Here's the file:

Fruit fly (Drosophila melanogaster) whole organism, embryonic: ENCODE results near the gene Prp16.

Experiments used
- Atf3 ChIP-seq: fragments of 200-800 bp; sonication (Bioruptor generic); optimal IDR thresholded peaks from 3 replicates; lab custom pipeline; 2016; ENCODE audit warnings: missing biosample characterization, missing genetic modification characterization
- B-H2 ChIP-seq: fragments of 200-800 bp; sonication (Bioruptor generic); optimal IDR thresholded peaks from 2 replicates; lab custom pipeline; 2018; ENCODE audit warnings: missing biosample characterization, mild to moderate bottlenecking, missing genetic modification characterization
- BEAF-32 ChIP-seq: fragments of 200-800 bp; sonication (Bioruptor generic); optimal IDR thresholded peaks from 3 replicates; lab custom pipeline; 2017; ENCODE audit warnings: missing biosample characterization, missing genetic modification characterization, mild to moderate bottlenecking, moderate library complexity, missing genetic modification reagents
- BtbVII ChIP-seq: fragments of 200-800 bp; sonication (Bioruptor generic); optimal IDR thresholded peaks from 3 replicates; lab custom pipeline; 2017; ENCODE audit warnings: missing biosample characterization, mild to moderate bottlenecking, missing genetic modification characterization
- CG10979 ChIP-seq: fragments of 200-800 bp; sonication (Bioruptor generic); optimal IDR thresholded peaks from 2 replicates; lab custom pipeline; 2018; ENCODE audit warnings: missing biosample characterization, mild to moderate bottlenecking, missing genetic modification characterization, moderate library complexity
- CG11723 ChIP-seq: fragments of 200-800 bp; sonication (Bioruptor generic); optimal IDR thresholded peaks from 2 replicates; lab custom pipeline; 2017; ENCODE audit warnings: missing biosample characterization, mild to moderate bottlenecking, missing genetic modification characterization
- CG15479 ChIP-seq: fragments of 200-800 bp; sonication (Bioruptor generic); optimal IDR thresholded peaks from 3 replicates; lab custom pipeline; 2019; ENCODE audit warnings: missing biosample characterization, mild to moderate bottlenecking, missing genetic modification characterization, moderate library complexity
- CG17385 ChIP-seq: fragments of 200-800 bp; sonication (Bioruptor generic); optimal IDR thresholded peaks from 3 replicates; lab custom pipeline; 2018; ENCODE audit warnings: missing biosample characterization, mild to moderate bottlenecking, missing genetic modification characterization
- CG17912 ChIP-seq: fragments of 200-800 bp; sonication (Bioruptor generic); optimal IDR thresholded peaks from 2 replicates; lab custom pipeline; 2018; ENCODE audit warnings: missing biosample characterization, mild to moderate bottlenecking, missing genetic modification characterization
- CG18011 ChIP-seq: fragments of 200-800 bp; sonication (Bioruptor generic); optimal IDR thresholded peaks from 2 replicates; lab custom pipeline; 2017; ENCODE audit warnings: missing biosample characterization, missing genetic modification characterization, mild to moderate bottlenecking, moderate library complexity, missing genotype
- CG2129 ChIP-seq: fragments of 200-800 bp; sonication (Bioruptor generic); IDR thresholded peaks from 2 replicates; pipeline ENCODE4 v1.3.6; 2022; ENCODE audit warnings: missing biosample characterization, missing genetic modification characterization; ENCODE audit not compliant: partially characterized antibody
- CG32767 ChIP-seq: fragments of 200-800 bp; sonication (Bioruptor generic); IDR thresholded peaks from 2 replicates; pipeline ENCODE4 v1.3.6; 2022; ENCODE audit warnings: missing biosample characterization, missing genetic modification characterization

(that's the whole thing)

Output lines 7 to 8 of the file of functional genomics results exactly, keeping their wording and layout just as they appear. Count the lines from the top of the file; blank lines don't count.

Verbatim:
- CG10979 ChIP-seq: fragments of 200-800 bp; sonication (Bioruptor generic); optimal IDR thresholded peaks from 2 replicates; lab custom pipeline; 2018; ENCODE audit warnings: missing biosample characterization, mild to moderate bottlenecking, missing genetic modification characterization, moderate library complexity
- CG11723 ChIP-seq: fragments of 200-800 bp; sonication (Bioruptor generic); optimal IDR thresholded peaks from 2 replicates; lab custom pipeline; 2017; ENCODE audit warnings: missing biosample characterization, mild to moderate bottlenecking, missing genetic modification characterization